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Truth and Love (Part 2 of 2)

Truth for Life / Alistair Begg
The Truth Network Radio
June 18, 2024 4:00 am

Truth and Love (Part 2 of 2)

Truth for Life / Alistair Begg

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June 18, 2024 4:00 am

The apostle Paul didn’t focus on popularity or prestige; his concern was to see men and women believe in Jesus and grow in faith. Learn the importance of sharing the Gospel through actions as well as words. Listen to Truth For Life with Alistair Begg.



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This listener-funded program features the clear, relevant Bible teaching of Alistair Begg. Today’s program and nearly 3,000 messages can be streamed and shared for free at tfl.org thanks to the generous giving from monthly donors called Truthpartners. Learn more about this Gospel-sharing team or become one today. Thanks for listening to Truth For Life!





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When the Apostle Paul preached, he wasn't focused on popularity or prestige. He was concerned to see men and women believe in Jesus and continue to grow in their faith. Today on Truth for Life, we'll learn the importance of sharing the Gospel through our actions as well as our words.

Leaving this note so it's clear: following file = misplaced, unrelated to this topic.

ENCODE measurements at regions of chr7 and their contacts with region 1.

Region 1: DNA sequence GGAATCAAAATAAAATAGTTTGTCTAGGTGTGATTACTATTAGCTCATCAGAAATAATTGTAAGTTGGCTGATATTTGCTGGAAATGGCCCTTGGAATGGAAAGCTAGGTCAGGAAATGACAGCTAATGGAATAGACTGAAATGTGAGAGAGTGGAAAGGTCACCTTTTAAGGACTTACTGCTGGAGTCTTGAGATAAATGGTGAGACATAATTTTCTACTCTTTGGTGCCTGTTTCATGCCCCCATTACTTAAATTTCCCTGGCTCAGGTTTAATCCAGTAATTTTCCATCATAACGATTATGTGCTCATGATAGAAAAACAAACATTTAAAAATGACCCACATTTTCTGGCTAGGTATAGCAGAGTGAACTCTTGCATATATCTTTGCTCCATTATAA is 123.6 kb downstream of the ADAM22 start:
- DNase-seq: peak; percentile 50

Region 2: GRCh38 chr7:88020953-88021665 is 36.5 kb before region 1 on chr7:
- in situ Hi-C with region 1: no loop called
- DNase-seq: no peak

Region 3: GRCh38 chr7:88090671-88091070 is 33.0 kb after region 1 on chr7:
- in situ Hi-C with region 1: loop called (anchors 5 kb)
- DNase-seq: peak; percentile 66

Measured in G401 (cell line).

Alistair Begg is continuing our study in 1 Thessalonians where in chapter 2 verses 7 through 12. Well, then let us look, secondly, at the content of their message, if that was the concern of their hearts. The content of their message is stated twice in verse 8 and then again in verse 9. We loved you so much that we were delighted to share with you not only the gospel of God but our lives as well—the gospel of God. Verse 9 at the end, while we preach the gospel of God to you. Notice that it was by their life and by their doctrine that they declared their love for them. They did not burden them by seeking their financial support, and they did bless them by sharing the gospel with them. That is the nature of verse 9. Surely you remember, brothers, our toil and our hardship.

We work night and day in order not to be a burden to anyone. Now, in most of the considerations that I have heard of these verses—and I understand why—the line of thinking goes like this. You'll notice that they did not just share the gospel but they also shared their lives.